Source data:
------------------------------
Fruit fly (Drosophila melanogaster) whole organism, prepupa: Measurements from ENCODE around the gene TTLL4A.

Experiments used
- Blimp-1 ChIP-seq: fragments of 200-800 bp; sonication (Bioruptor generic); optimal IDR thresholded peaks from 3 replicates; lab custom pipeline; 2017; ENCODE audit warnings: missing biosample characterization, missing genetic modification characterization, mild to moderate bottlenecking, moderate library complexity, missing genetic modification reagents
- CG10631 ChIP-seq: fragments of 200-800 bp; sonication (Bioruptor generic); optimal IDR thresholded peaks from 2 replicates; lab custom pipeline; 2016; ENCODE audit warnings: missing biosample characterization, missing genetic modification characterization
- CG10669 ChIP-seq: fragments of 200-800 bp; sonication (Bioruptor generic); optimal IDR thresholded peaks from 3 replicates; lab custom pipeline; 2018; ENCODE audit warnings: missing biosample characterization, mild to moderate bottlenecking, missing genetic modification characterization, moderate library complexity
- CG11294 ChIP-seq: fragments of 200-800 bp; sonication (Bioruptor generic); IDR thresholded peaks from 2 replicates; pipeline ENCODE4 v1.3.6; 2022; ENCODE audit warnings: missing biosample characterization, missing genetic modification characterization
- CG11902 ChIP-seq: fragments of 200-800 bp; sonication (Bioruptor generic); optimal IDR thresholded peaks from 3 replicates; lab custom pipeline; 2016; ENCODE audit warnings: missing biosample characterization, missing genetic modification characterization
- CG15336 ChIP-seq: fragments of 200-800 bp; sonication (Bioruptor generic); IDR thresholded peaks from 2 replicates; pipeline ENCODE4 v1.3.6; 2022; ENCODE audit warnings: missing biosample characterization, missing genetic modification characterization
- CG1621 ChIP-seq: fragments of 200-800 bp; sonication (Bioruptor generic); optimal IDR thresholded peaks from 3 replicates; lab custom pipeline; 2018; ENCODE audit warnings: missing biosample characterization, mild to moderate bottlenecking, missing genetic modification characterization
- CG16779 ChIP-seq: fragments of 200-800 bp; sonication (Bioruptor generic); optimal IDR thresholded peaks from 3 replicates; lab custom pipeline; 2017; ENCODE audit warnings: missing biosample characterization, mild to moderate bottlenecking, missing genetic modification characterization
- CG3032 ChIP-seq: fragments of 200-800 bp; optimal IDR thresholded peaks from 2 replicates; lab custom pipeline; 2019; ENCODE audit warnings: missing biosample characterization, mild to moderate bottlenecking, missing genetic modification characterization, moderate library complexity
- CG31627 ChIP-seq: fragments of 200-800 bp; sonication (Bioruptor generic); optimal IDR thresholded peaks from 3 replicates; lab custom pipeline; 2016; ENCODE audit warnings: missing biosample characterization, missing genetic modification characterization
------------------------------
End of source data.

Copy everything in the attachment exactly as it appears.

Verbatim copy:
Fruit fly (Drosophila melanogaster) whole organism, prepupa: Measurements from ENCODE around the gene TTLL4A.

Experiments used
- Blimp-1 ChIP-seq: fragments of 200-800 bp; sonication (Bioruptor generic); optimal IDR thresholded peaks from 3 replicates; lab custom pipeline; 2017; ENCODE audit warnings: missing biosample characterization, missing genetic modification characterization, mild to moderate bottlenecking, moderate library complexity, missing genetic modification reagents
- CG10631 ChIP-seq: fragments of 200-800 bp; sonication (Bioruptor generic); optimal IDR thresholded peaks from 2 replicates; lab custom pipeline; 2016; ENCODE audit warnings: missing biosample characterization, missing genetic modification characterization
- CG10669 ChIP-seq: fragments of 200-800 bp; sonication (Bioruptor generic); optimal IDR thresholded peaks from 3 replicates; lab custom pipeline; 2018; ENCODE audit warnings: missing biosample characterization, mild to moderate bottlenecking, missing genetic modification characterization, moderate library complexity
- CG11294 ChIP-seq: fragments of 200-800 bp; sonication (Bioruptor generic); IDR thresholded peaks from 2 replicates; pipeline ENCODE4 v1.3.6; 2022; ENCODE audit warnings: missing biosample characterization, missing genetic modification characterization
- CG11902 ChIP-seq: fragments of 200-800 bp; sonication (Bioruptor generic); optimal IDR thresholded peaks from 3 replicates; lab custom pipeline; 2016; ENCODE audit warnings: missing biosample characterization, missing genetic modification characterization
- CG15336 ChIP-seq: fragments of 200-800 bp; sonication (Bioruptor generic); IDR thresholded peaks from 2 replicates; pipeline ENCODE4 v1.3.6; 2022; ENCODE audit warnings: missing biosample characterization, missing genetic modification characterization
- CG1621 ChIP-seq: fragments of 200-800 bp; sonication (Bioruptor generic); optimal IDR thresholded peaks from 3 replicates; lab custom pipeline; 2018; ENCODE audit warnings: missing biosample characterization, mild to moderate bottlenecking, missing genetic modification characterization
- CG16779 ChIP-seq: fragments of 200-800 bp; sonication (Bioruptor generic); optimal IDR thresholded peaks from 3 replicates; lab custom pipeline; 2017; ENCODE audit warnings: missing biosample characterization, mild to moderate bottlenecking, missing genetic modification characterization
- CG3032 ChIP-seq: fragments of 200-800 bp; optimal IDR thresholded peaks from 2 replicates; lab custom pipeline; 2019; ENCODE audit warnings: missing biosample characterization, mild to moderate bottlenecking, missing genetic modification characterization, moderate library complexity
- CG31627 ChIP-seq: fragments of 200-800 bp; sonication (Bioruptor generic); optimal IDR thresholded peaks from 3 replicates; lab custom pipeline; 2016; ENCODE audit warnings: missing biosample characterization, missing genetic modification characterization